December 21, 2010
Latinos Give Paterson a Report Card: Good, But Not Good Enough
NEW YORK—If Governor David Paterson was applying for a job and the Latino community was hiring, his resume would be considered adequate, but not impressive, with one particularly weak point: Secure Communities.
“I think he had a very good sensitivity in relation to immigrants in general, but I think he was not well advised on the Secure Communities issue,” said U.S. Representative Nydia Velazquez.
Several Hispanic leaders interviewed for this story agreed that Gov. Paterson did a good job addressing Latino issues during his almost two-year term, which began on March 17, 2008 after Gov. Eliot Spitzer resigned. Paterson leaves office at the end of the month to make way for the incoming administration of Andrew Cuomo.
The Hispanic and African American community, which had been disproportionately affected by the Rockefeller Drug Laws, cheered when, a month into office, on April 24, 2009, Paterson signed a bill that reformed the laws enacted in 1973 under Gov. Nelson Rockefeller. The bill approved by Paterson eliminated the mandatory minimum sentence for drug possession required by the Rockefeller Laws and gave judges the power to send minor felons to treatment instead of jail. Spitzer had promised to reform the laws, but had dragged his feet once in office.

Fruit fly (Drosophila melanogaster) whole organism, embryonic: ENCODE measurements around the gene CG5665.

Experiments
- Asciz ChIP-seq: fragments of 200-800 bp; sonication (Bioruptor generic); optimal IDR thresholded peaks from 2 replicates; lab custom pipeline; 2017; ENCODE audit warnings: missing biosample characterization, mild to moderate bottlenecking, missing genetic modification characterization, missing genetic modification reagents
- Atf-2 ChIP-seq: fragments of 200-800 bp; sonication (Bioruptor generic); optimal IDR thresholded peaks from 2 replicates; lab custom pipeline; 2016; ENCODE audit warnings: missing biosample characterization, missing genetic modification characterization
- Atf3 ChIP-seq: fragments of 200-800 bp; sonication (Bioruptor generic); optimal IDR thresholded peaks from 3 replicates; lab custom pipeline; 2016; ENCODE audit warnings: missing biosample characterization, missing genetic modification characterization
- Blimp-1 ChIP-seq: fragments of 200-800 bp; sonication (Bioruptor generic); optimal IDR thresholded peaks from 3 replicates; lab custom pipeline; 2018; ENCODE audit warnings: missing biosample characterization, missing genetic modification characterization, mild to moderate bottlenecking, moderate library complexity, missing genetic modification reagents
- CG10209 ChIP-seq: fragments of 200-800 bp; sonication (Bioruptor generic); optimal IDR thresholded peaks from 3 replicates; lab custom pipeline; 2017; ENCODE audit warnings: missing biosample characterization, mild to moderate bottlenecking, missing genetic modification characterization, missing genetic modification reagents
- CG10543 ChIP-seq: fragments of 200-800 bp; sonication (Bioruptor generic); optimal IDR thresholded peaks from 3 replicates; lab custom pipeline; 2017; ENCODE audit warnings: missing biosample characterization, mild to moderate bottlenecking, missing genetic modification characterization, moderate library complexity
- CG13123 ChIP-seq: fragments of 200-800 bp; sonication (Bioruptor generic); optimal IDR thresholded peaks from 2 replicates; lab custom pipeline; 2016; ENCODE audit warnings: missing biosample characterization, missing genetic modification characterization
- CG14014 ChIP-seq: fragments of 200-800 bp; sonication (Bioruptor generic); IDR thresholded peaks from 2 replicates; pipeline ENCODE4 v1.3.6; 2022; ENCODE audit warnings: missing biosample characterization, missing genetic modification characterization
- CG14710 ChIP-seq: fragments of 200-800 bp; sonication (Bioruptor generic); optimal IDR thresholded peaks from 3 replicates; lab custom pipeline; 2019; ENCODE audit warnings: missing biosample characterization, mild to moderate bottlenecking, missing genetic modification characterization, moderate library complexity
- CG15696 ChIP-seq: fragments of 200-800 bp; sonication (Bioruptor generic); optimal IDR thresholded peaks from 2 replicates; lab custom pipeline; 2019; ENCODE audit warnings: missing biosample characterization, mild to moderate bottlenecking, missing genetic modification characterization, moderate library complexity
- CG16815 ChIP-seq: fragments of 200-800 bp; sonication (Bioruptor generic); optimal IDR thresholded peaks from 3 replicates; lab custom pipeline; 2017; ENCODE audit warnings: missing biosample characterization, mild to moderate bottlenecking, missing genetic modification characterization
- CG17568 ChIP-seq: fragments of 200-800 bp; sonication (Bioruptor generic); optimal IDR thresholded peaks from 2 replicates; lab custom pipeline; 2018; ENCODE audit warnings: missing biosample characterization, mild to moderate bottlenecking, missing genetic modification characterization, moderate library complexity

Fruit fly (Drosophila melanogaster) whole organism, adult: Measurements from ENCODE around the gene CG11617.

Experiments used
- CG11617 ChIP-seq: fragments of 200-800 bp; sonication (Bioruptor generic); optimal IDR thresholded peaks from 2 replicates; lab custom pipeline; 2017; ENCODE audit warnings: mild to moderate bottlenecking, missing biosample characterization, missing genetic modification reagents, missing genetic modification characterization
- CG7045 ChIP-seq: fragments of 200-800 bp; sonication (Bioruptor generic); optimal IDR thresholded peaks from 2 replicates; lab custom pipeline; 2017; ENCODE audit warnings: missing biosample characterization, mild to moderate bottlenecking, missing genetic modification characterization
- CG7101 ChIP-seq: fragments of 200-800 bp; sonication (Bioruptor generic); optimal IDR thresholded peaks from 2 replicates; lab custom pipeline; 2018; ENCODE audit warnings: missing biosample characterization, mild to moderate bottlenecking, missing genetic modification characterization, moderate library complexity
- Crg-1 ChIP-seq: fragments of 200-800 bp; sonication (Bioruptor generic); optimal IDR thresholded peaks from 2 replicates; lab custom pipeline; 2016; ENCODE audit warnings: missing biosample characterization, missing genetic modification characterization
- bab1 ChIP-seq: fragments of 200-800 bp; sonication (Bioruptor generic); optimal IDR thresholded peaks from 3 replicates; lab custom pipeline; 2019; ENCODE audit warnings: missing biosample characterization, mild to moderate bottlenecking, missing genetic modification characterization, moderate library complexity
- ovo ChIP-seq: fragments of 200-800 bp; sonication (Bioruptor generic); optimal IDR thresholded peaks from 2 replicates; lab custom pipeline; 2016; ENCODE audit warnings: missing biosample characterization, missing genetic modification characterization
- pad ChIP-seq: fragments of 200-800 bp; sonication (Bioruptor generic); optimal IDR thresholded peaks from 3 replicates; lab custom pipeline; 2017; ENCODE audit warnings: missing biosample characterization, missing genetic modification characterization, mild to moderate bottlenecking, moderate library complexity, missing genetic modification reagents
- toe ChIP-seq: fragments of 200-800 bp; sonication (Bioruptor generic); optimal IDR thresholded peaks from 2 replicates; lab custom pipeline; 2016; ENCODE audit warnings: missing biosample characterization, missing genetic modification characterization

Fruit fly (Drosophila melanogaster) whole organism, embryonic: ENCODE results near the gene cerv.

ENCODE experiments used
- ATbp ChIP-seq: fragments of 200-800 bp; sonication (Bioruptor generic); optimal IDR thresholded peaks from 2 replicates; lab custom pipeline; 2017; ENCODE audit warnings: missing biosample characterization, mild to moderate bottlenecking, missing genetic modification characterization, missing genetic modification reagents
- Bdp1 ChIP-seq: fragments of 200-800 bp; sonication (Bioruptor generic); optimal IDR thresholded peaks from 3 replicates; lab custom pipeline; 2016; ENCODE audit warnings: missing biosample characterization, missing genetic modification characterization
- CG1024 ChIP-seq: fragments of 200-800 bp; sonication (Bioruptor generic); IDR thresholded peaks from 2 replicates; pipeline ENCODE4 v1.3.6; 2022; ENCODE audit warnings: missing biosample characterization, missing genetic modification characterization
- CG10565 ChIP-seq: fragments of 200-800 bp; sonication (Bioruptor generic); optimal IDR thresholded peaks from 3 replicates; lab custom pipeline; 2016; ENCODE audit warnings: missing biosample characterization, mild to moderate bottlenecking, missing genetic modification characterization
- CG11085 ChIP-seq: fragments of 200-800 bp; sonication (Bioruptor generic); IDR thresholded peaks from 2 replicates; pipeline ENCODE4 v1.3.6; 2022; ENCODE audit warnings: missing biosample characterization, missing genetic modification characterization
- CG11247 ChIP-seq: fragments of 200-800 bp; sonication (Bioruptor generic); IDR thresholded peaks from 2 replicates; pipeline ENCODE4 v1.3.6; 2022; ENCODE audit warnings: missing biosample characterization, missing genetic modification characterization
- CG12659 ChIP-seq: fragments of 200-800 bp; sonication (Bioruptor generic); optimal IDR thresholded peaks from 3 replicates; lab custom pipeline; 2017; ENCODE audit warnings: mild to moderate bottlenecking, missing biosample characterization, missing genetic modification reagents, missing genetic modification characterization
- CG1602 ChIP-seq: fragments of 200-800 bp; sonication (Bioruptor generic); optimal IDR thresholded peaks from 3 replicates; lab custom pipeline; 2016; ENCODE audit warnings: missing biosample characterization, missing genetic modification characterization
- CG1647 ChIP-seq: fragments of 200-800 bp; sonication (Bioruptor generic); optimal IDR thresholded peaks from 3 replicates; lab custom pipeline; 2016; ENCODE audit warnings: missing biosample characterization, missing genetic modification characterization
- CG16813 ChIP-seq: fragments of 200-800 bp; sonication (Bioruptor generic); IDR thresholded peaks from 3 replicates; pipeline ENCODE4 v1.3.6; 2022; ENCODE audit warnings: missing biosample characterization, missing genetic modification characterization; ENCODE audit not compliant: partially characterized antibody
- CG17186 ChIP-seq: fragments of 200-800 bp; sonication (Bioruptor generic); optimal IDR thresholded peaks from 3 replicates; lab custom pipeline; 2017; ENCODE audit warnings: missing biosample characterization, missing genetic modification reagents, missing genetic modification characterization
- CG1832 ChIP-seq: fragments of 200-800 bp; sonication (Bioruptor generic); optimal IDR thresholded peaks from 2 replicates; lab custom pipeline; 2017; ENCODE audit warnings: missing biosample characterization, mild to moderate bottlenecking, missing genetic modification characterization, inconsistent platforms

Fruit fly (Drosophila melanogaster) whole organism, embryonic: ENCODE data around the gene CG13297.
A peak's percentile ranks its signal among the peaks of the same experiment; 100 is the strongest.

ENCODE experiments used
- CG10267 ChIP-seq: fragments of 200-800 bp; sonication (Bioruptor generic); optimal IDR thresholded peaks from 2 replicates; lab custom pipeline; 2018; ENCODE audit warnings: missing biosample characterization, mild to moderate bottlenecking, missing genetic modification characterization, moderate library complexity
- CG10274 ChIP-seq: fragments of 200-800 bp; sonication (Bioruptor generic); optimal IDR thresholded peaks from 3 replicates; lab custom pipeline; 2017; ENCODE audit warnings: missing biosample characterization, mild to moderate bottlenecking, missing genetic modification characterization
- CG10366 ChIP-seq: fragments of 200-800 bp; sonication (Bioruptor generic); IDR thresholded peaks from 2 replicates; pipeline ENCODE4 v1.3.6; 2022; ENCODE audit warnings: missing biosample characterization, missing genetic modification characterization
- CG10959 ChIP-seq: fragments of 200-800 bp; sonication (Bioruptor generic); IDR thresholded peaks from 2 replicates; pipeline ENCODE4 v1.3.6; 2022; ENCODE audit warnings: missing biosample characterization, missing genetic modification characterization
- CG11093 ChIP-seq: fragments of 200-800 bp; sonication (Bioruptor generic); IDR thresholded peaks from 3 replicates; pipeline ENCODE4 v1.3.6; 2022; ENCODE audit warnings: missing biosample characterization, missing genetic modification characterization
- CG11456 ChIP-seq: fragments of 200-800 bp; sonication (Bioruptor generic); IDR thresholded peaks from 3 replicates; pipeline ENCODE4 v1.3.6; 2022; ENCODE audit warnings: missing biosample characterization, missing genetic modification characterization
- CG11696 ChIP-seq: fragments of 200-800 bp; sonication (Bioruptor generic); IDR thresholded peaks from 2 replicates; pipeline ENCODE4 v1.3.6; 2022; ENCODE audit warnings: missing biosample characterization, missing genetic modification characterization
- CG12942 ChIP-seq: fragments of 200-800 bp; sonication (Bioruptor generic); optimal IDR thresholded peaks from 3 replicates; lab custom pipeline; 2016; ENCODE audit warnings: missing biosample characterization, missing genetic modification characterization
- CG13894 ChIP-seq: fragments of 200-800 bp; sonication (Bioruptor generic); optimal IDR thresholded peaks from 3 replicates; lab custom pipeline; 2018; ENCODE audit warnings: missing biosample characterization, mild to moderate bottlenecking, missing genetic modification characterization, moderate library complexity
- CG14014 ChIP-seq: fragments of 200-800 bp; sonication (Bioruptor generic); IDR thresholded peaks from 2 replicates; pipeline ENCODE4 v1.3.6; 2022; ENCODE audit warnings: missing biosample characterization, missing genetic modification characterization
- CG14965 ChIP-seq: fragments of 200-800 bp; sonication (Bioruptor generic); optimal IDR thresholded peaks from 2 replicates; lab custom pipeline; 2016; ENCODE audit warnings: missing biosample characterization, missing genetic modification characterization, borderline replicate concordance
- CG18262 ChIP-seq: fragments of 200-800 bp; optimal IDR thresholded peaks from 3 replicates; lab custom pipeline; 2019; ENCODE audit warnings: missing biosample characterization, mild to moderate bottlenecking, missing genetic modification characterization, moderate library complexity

Subsequently, Paterson came into his own as governor, making key decisions that affected immigrant communities. On May 3, 2010, he announced the creation of a pardon panel that would review cases of legal immigrants who were at risk of deportation for old, minor convictions. On December 6th, he announced pardons for six immigrants. One of them, Mario Benitez, is a 58 year-old Dominican immigrant who pleaded guilty to selling drugs in 1988 and served three years in prison. Currently he is the assistant director of finance for CUNY’s Graduate School and University Center. Latino leaders are hopeful that the governor will pardon other Hispanics later this month.